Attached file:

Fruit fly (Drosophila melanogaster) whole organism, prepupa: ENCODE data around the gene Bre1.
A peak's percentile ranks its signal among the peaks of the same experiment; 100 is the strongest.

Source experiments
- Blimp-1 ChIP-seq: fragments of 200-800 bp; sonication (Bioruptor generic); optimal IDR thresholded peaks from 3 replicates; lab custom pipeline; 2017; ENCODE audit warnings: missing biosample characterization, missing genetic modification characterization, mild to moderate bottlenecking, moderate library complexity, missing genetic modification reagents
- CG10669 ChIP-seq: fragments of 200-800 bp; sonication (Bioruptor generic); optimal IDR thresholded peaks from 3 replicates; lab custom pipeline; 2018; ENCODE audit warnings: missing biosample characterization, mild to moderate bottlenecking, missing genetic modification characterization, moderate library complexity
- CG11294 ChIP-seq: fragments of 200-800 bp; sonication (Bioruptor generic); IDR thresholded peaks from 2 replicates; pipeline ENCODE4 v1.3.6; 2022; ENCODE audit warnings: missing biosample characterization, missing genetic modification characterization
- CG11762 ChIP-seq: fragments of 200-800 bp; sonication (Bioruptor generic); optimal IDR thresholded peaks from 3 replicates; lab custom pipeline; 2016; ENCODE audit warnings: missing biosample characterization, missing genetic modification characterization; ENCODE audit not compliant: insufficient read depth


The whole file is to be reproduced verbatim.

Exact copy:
Fruit fly (Drosophila melanogaster) whole organism, prepupa: ENCODE data around the gene Bre1.
A peak's percentile ranks its signal among the peaks of the same experiment; 100 is the strongest.

Source experiments
- Blimp-1 ChIP-seq: fragments of 200-800 bp; sonication (Bioruptor generic); optimal IDR thresholded peaks from 3 replicates; lab custom pipeline; 2017; ENCODE audit warnings: missing biosample characterization, missing genetic modification characterization, mild to moderate bottlenecking, moderate library complexity, missing genetic modification reagents
- CG10669 ChIP-seq: fragments of 200-800 bp; sonication (Bioruptor generic); optimal IDR thresholded peaks from 3 replicates; lab custom pipeline; 2018; ENCODE audit warnings: missing biosample characterization, mild to moderate bottlenecking, missing genetic modification characterization, moderate library complexity
- CG11294 ChIP-seq: fragments of 200-800 bp; sonication (Bioruptor generic); IDR thresholded peaks from 2 replicates; pipeline ENCODE4 v1.3.6; 2022; ENCODE audit warnings: missing biosample characterization, missing genetic modification characterization
- CG11762 ChIP-seq: fragments of 200-800 bp; sonication (Bioruptor generic); optimal IDR thresholded peaks from 3 replicates; lab custom pipeline; 2016; ENCODE audit warnings: missing biosample characterization, missing genetic modification characterization; ENCODE audit not compliant: insufficient read depth